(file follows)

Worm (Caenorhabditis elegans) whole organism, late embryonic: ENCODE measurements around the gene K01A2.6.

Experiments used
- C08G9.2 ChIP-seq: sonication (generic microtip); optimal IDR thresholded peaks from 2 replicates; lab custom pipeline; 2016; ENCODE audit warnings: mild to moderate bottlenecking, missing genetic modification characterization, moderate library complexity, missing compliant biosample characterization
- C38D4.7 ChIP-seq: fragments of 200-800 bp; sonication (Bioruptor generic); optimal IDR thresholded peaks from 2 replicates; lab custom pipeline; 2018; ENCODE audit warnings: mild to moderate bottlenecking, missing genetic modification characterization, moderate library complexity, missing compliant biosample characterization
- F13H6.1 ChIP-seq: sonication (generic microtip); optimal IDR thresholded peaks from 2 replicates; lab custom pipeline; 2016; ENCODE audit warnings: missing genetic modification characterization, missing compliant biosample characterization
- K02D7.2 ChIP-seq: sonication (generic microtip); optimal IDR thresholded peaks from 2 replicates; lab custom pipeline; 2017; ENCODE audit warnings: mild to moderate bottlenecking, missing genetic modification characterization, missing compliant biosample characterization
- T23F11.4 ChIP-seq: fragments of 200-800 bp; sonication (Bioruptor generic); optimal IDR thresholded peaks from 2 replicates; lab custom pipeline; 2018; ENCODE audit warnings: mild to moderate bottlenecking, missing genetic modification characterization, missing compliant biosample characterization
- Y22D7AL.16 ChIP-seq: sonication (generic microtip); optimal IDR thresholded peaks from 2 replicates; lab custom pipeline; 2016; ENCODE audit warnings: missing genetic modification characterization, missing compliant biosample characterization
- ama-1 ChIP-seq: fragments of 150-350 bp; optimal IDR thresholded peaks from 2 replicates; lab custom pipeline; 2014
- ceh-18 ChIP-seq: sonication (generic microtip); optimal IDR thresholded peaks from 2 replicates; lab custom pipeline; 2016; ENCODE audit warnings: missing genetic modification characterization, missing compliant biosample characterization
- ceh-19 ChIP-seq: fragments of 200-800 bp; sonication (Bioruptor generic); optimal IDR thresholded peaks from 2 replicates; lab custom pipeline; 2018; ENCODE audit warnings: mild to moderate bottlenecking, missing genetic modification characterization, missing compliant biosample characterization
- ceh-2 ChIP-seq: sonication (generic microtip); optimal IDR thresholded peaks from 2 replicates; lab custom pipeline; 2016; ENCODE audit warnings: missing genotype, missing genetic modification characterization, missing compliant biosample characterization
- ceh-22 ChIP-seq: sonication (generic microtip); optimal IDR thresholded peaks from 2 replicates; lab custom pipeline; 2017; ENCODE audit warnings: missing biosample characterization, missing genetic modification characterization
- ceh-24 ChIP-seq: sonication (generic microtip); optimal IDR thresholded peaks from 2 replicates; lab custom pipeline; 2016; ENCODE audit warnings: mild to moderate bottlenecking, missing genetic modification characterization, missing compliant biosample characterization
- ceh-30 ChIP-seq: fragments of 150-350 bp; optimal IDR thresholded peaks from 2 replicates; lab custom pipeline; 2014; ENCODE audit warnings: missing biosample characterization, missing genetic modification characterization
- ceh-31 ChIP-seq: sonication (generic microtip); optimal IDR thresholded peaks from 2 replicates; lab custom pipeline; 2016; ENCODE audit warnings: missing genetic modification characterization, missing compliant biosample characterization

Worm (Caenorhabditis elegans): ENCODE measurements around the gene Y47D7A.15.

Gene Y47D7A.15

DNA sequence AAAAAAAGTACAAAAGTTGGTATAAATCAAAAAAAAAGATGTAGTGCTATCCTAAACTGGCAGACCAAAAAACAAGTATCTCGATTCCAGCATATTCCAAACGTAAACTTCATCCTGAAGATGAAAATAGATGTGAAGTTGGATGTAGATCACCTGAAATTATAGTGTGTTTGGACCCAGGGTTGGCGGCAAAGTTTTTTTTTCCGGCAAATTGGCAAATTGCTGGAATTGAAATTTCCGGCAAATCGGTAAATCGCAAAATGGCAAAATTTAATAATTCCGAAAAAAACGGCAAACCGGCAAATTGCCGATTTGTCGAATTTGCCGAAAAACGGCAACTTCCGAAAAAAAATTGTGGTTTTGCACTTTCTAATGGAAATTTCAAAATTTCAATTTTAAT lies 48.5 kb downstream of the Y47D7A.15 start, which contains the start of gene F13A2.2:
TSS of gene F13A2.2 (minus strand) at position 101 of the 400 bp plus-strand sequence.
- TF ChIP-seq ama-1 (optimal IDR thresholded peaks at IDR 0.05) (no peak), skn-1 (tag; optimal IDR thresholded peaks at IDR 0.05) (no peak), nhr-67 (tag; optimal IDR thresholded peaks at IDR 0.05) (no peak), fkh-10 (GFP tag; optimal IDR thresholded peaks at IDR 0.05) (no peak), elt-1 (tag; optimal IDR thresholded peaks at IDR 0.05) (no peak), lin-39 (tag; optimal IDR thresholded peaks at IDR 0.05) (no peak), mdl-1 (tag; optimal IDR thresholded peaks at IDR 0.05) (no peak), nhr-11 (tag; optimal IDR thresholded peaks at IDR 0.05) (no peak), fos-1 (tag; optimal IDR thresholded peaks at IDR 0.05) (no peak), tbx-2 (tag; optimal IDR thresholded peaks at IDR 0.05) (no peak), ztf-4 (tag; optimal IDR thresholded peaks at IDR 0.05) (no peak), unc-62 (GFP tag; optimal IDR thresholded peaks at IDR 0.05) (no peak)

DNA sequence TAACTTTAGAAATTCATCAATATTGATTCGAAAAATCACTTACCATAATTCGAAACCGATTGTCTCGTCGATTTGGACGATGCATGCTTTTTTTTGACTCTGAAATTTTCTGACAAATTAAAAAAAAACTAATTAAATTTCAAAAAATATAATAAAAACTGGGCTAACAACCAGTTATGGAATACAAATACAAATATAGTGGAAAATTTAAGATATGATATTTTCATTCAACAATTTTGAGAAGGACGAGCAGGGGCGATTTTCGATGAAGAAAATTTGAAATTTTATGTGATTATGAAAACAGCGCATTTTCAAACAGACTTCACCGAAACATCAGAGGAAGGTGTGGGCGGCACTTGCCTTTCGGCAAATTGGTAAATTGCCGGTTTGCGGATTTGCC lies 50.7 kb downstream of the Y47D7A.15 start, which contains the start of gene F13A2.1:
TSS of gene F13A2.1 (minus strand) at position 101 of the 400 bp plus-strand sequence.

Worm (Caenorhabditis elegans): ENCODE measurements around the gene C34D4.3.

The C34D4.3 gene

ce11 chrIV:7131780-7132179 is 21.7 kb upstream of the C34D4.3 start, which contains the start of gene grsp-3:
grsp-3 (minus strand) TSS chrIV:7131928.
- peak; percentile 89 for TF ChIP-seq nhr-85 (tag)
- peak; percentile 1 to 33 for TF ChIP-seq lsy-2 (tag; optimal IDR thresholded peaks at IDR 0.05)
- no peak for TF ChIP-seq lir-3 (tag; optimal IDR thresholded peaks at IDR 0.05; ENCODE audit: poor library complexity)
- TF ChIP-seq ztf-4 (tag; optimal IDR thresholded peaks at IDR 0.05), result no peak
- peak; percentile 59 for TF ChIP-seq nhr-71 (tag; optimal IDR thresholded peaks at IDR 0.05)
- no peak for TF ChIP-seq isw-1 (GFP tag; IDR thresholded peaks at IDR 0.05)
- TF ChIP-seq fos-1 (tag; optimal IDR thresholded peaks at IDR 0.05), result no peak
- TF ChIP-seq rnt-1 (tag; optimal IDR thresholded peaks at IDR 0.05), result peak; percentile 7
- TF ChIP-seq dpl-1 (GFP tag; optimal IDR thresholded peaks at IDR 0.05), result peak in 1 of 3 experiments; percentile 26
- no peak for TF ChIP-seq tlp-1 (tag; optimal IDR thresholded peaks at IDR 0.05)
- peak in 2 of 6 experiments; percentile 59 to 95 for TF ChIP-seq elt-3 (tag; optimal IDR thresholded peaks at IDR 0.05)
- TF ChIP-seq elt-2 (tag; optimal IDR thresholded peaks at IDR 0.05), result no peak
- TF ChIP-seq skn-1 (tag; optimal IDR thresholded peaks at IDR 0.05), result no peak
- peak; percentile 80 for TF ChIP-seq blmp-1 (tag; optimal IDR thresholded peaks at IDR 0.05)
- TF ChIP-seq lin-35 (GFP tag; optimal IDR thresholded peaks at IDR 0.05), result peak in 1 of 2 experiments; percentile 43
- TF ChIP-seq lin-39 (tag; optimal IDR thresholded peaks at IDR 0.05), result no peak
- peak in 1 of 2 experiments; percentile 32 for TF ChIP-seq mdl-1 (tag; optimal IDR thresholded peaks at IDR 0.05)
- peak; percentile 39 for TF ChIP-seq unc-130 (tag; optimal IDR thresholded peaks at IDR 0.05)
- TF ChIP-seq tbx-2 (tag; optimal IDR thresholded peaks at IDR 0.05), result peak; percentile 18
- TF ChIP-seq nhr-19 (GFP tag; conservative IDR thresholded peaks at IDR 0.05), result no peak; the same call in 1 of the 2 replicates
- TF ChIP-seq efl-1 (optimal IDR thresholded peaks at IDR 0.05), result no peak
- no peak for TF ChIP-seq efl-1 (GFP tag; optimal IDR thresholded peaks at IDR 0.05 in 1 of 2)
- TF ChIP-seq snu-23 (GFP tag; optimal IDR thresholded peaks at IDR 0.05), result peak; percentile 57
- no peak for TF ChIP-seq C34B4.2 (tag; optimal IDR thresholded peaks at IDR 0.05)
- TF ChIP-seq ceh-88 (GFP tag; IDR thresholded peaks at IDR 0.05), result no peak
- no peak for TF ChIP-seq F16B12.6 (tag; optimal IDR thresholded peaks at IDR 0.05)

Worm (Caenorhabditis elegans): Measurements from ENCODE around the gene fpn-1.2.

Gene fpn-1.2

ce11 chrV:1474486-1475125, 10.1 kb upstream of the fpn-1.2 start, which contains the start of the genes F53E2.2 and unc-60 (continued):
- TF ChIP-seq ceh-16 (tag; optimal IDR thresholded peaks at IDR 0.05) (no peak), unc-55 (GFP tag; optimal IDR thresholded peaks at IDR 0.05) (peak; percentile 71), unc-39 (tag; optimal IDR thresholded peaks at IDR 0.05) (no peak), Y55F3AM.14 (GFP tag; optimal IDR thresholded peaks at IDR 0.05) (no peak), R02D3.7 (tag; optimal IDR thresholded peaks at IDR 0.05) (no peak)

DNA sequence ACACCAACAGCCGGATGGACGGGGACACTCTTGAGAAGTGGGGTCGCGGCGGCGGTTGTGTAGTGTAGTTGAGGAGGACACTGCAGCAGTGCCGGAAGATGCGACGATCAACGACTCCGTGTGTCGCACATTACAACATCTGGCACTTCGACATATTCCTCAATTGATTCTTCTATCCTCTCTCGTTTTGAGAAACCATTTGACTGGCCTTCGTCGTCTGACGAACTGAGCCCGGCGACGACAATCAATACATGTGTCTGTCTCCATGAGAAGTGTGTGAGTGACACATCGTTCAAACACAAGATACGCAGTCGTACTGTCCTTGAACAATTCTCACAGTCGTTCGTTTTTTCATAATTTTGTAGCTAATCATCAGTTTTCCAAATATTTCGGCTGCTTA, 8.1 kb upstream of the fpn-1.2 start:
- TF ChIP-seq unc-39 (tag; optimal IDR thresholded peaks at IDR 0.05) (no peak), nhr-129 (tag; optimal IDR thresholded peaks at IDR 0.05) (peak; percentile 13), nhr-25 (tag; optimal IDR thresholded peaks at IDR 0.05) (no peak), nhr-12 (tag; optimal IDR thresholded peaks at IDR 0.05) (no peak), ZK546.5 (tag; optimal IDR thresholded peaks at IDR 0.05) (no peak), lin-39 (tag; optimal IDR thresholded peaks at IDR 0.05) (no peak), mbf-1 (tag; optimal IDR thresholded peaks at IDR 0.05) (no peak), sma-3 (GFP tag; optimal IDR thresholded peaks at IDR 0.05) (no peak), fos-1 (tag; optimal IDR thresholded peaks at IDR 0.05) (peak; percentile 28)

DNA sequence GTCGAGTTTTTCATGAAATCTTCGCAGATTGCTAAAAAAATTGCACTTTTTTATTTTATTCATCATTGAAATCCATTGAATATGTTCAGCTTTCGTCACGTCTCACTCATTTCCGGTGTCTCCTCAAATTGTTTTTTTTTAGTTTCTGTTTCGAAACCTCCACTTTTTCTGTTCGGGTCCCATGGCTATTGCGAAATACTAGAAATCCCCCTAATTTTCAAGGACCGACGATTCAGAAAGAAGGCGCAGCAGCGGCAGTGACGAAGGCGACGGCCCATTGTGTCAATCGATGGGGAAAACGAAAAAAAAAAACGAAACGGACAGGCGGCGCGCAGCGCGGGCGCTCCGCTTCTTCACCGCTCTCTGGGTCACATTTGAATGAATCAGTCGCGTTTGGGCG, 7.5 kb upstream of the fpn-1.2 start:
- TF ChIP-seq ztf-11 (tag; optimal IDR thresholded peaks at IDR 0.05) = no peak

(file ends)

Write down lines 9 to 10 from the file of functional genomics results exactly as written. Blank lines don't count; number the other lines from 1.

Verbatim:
- ama-1 ChIP-seq: fragments of 150-350 bp; optimal IDR thresholded peaks from 2 replicates; lab custom pipeline; 2014
- ceh-18 ChIP-seq: sonication (generic microtip); optimal IDR thresholded peaks from 2 replicates; lab custom pipeline; 2016; ENCODE audit warnings: missing genetic modification characterization, missing compliant biosample characterization